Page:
(1973-1976) FM stereo/MW/LW/cassette music centre, 2x20W
Type number: 2604
The Beocenter 1400 was the first Beocenter to include a tape recorder. Previously, tape recorders had been too large to easily integrate into other units, and previous attempts by B&O had clearly shown this. The space required for the tape recorder in the Beomaster 900RG Compact radiogram effectively doubled the size of the unit, and the tape recorder included with Beosystem 1200 was so large as to be quite out of scale with the other units. The cost of tape recorders was also prohibitive, a Beocord 2400 for use with the Beolab 5000 system cost nearly as much as the Beomaster 5000 tuner and Beolab 5000 amplifier combined. Text copyright © Beocentral. Unauthorised reproduction prohibited.
The Compact Cassette changed much of this: it became possible to construct compact and inexpensive tape mechanisms that could be easily fitted into other equipment. The Beocenter 1400 was an excellent example of what was possible, the addition of a special cassette section to a Beomaster resulted in an unusual but very attractive piece of equipment. Text copyright © Beocentral. Unauthorised reproduction prohibited.
The receiver that formed the basis of the Beocenter 1400 was the very sucessful Beomaster 901. This was a nicely styled model with a reasonable output of 20W and a quality tuner section covering the MW, LW and FM wavebands. Only minimal modifications were required to add the tape recorder, and were restricted to extending the front and top panels and fitting a mains transformer with an extra winding for the cassette motor. The bottom cover was not even changed, the cassette section had its own which fitted snugly against that of the receiver. Text copyright © Beocentral. Unauthorised reproduction prohibited.
The cassette deck was based on the Beocord 900. This was a fairly basic machine that was, nevertheless, capable of reasonable results when used with the appropriate tapes. There was far less space available in the Beocenter 1400 cabinet for the cassette deck than in the Beocord 900, so certain items had to be removed to make it all fit. There was certainly no room for the Beocord 900’s two large recording level meters or their two sliding level controls, so the level controls were combined into one slider and the meters were replaced with a clever system of lights. The level was correct when the green light flashed and the red one blinked only occaisionally during musical peaks, a simple system that was easy to understand. The recording slider, which also controlled a switch that turned the whole cassette section off, took up more-or-less all the available front panel space, so the tape type selector was relegated to being a pushbutton on the rear of the unit. Other things that were removed from the Beocord 900 were the microphone amplifier (which was only mono anyway) and the power unit, which was not needed as power came from the Beomaster. Text copyright © Beocentral. Unauthorised reproduction prohibited.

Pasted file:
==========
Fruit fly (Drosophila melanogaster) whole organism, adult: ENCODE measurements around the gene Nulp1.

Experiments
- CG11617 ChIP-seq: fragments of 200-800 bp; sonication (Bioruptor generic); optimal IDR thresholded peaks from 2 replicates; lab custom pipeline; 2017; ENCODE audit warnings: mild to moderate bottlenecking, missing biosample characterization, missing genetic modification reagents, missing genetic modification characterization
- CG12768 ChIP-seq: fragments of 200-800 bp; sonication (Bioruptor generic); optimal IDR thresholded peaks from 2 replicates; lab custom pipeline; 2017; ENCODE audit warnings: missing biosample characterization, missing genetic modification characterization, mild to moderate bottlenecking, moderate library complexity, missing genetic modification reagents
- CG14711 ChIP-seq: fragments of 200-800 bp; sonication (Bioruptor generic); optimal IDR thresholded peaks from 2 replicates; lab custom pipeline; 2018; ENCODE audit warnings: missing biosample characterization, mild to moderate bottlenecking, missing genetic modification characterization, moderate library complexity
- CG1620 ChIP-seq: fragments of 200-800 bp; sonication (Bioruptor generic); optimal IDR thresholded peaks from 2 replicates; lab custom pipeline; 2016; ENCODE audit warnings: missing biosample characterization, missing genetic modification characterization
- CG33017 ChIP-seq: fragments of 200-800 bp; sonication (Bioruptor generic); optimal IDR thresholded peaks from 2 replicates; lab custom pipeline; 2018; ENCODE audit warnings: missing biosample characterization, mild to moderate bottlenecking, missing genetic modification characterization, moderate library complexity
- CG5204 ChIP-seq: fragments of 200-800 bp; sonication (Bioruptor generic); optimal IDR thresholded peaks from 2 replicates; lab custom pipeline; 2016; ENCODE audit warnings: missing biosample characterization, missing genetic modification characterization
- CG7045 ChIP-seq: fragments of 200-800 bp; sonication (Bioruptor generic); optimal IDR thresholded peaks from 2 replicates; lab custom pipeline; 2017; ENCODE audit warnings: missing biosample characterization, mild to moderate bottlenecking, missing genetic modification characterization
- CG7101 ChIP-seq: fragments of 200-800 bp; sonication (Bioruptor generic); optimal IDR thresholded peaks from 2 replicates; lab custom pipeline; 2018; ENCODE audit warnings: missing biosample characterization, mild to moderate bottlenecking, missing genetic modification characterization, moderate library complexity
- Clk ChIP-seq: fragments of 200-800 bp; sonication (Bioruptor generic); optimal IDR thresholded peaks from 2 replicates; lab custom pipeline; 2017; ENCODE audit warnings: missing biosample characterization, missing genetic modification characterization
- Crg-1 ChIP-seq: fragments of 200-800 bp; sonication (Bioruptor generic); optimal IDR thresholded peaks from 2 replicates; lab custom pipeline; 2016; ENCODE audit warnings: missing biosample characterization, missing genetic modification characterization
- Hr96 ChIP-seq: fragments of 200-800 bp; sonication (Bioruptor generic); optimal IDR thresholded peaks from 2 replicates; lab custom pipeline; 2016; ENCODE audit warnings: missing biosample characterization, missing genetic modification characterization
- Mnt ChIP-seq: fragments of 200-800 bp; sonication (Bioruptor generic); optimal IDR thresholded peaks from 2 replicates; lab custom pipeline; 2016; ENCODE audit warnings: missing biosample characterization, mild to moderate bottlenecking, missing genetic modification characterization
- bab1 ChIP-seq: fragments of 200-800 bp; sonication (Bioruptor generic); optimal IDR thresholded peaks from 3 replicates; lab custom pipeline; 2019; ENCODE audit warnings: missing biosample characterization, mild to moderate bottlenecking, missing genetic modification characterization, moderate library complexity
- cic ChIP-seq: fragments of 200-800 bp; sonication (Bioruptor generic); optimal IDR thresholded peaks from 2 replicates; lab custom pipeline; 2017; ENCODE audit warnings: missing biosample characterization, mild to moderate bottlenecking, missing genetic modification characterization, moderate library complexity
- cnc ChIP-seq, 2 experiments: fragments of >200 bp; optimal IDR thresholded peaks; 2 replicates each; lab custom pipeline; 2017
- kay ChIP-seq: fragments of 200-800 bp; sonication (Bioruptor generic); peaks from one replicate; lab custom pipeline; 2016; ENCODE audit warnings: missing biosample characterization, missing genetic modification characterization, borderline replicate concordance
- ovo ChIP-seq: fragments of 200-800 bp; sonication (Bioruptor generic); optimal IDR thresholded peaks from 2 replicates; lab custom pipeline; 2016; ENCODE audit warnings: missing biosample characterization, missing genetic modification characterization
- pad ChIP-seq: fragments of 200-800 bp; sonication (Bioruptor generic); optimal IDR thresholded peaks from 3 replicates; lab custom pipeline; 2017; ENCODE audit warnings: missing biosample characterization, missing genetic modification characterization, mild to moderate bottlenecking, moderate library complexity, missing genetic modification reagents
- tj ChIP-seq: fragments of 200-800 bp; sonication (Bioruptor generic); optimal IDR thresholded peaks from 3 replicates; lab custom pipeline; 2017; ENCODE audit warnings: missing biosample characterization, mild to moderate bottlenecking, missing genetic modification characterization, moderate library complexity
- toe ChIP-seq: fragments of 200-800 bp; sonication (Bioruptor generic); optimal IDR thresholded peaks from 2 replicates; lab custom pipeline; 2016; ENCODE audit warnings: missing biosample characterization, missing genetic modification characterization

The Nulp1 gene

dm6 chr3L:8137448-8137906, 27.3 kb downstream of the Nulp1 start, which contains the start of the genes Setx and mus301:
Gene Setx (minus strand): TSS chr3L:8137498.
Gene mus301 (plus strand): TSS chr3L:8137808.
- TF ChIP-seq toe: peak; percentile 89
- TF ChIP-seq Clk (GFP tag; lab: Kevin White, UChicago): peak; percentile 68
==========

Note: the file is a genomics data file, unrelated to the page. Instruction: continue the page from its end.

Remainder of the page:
The completed cassette section was barely wider than the mechanism itself, which was carried over largely unchanged from the Beocord 900. The effect on the overall appearance of the unit was very pleasing, the extra width gave an even greater impact to the slim, sleek lines of the Beomaster. Certainly from a visual point of view the Beocenter 1400 was more sucessful than the Beomaster 901 and Beocord 900, which when used together revealed that they were of slightly different heights. In the form in which it was offered, the Beocenter 1400 was complete, capable of radio reception, replay of pre-recorded material and making recordings from the radio, all very easily and without fuss. It is interesting to note that in the current B&O range there is no single piece of equipment capable of all these functions. Loudspeakers were needed to complete the system, with Beovox 1702 being a good choice. A turntable could also be added, with Beogram 1202 being a suitable machine. Text copyright © Beocentral. Unauthorised reproduction prohibited.